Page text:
Tannehill, however, falls short on those benchmarks, and thus, evaluators could question his readiness for the pro game. He enters the league with only 20 career starts, compiling a 13-7 record in those games. Although the record is not disappointing, the tale of the tape suggests he still needs to work on the finer aspects of the position. From developing a better sense of how to orchestrate the game at the line of scrimmage to showing improved awareness of defensive fronts and coverage, Tannehill needs more training and repetitions.
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While some would counter by referencing the immediate impact of Cam Newton as a rookie starter despite his limited collegiate résumé, I would point out that Mark Sanchez and Alex Smith also had similar collegiate starting experience to Tannehill.
That's why scouts must carefully scrutinize Tannehill's workout at his pro day to assess where he is in his development and how quickly he can grasp the complexities of the pro game. He must demonstrate sound mechanics from a footwork standpoint, while also displaying arm strength, accuracy and touch. If he can put on spectacular showing to complement the occasional flashes of brilliance that show up on game tape, a team might be convinced to ignore the limited résumé and gamble on Tannehill's upside and potential.
3. Does he possesses the "it" factor to take his team to another level?
When evaluating top talent, scouts want to see how players perform in big games. The idea is to see how well a prospect fares against pro-caliber talent in a pressurized environment that mirrors the weekly battles in the NFL.
In studying Tannehill's senior season, it is apparent that he struggled in the Aggies' biggest games. In a five-game breakdown against the top-tier teams on his schedule (Oklahoma State, Arkansas, Oklahoma, Kansas State and Texas), Tannehill only completed 54.7 percent of his passes with nine touchdowns and 11 interceptions. More importantly, his team lost all five games. Tannehill didn't make enough plays from the pocket to help his team take those competitive battles. Whether it was a critical interception or a poor throw on a pivotal third down, Tannehill appeared to come up short when it mattered most.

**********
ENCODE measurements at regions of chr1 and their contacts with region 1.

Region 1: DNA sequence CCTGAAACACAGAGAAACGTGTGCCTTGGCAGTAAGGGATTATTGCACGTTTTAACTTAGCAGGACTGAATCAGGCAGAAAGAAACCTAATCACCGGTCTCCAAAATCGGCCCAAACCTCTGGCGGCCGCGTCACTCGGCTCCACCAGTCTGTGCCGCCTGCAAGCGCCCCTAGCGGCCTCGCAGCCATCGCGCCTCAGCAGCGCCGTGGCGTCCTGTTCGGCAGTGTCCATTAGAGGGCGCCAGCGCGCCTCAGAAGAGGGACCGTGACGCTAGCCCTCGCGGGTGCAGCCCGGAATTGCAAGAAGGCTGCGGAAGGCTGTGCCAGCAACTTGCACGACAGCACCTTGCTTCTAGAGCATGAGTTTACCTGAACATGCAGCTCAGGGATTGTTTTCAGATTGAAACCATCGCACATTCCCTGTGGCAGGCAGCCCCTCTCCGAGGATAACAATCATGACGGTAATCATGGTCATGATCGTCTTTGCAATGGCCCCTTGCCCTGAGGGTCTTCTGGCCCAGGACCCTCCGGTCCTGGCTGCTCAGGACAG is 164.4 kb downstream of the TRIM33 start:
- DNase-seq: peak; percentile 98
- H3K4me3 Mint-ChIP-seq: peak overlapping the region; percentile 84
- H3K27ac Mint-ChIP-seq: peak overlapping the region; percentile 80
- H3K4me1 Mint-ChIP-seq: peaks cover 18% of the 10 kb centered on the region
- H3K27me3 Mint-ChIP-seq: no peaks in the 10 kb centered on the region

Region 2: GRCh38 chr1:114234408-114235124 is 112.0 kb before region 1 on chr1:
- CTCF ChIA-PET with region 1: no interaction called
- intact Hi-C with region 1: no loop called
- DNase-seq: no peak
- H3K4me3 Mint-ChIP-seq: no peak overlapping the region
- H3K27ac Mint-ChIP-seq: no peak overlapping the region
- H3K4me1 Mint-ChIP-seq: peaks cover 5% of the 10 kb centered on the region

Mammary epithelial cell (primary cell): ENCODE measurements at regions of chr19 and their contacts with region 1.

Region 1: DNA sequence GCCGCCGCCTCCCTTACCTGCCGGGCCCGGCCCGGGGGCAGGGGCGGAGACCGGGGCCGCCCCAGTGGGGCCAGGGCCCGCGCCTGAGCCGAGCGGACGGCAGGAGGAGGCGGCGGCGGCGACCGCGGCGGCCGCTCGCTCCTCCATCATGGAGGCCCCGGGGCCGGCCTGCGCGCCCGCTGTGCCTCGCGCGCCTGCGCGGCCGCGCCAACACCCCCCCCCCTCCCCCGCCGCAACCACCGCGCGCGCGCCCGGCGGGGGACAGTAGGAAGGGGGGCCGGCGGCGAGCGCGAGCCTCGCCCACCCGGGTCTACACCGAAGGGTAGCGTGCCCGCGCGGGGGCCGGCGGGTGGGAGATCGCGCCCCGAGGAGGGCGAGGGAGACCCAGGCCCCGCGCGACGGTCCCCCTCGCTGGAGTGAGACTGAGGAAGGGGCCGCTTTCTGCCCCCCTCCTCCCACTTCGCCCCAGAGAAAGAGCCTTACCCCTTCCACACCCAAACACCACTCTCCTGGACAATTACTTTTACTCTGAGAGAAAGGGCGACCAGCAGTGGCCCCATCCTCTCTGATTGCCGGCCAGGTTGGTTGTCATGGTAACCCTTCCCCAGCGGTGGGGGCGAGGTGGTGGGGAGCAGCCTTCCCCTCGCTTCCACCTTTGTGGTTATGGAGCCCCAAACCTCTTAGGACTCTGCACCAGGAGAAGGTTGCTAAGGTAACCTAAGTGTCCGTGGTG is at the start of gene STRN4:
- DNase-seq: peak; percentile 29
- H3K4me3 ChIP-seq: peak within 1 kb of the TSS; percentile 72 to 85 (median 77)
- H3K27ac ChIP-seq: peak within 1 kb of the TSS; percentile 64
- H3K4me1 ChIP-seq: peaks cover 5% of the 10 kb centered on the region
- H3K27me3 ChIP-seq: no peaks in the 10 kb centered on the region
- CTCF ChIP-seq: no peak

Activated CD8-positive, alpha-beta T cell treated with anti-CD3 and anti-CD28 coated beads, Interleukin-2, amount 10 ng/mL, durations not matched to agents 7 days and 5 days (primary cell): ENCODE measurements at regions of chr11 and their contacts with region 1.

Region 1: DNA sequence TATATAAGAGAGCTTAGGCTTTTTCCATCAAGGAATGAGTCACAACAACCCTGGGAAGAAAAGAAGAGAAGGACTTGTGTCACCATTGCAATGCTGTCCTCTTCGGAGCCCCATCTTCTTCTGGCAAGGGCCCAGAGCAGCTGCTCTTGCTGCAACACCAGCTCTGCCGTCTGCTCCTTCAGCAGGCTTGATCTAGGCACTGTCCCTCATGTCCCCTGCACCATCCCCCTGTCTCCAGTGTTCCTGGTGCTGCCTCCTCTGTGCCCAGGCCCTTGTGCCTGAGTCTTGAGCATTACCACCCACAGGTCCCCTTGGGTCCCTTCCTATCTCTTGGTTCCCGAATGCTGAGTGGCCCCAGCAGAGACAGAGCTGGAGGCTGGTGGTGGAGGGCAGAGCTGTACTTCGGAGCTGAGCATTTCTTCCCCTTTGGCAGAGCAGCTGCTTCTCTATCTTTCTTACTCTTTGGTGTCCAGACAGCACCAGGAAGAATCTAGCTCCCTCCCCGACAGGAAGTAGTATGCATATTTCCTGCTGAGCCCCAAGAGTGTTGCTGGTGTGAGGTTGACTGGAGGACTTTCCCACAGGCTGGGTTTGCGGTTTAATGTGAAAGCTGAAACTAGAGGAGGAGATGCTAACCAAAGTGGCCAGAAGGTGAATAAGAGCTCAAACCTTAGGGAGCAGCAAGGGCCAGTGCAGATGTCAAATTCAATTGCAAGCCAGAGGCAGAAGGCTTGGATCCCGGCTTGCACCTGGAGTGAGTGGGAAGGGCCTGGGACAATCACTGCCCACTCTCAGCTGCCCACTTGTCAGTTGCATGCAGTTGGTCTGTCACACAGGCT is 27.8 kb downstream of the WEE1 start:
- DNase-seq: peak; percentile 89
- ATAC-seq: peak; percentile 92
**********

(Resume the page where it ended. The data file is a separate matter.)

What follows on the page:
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Given those failures, scouts should strongly consider whether Tannehill has the "it" factor needed to be a franchise quarterback. Although this remains an unquantifiable trait, the ability to lead a team to victory despite difficult circumstances separates the elite from the also-rans at the position.
Without a signature win or a memorable moment to indicate Tannehill has the goods to be a clutch performer with the game on the line, I have a hard time considering Tannehill to be a top-10 talent. The Browns or Dolphins might eventually disagree with my opinion, but it is difficult to find a game tape that rebuffs that assessment.